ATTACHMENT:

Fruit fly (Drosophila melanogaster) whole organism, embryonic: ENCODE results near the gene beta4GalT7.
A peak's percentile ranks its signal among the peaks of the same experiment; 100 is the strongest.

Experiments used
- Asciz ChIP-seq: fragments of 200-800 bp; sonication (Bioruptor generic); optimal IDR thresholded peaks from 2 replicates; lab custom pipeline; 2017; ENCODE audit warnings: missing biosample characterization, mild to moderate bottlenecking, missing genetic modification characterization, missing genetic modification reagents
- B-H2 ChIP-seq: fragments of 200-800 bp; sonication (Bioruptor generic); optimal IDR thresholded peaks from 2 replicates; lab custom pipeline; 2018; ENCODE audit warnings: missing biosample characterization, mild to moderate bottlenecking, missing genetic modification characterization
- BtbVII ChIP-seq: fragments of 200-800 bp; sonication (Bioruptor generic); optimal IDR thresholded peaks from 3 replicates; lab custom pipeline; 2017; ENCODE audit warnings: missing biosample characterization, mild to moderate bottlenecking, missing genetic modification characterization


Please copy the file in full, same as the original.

Fruit fly (Drosophila melanogaster) whole organism, embryonic: ENCODE results near the gene beta4GalT7.
A peak's percentile ranks its signal among the peaks of the same experiment; 100 is the strongest.

Experiments used
- Asciz ChIP-seq: fragments of 200-800 bp; sonication (Bioruptor generic); optimal IDR thresholded peaks from 2 replicates; lab custom pipeline; 2017; ENCODE audit warnings: missing biosample characterization, mild to moderate bottlenecking, missing genetic modification characterization, missing genetic modification reagents
- B-H2 ChIP-seq: fragments of 200-800 bp; sonication (Bioruptor generic); optimal IDR thresholded peaks from 2 replicates; lab custom pipeline; 2018; ENCODE audit warnings: missing biosample characterization, mild to moderate bottlenecking, missing genetic modification characterization
- BtbVII ChIP-seq: fragments of 200-800 bp; sonication (Bioruptor generic); optimal IDR thresholded peaks from 3 replicates; lab custom pipeline; 2017; ENCODE audit warnings: missing biosample characterization, mild to moderate bottlenecking, missing genetic modification characterization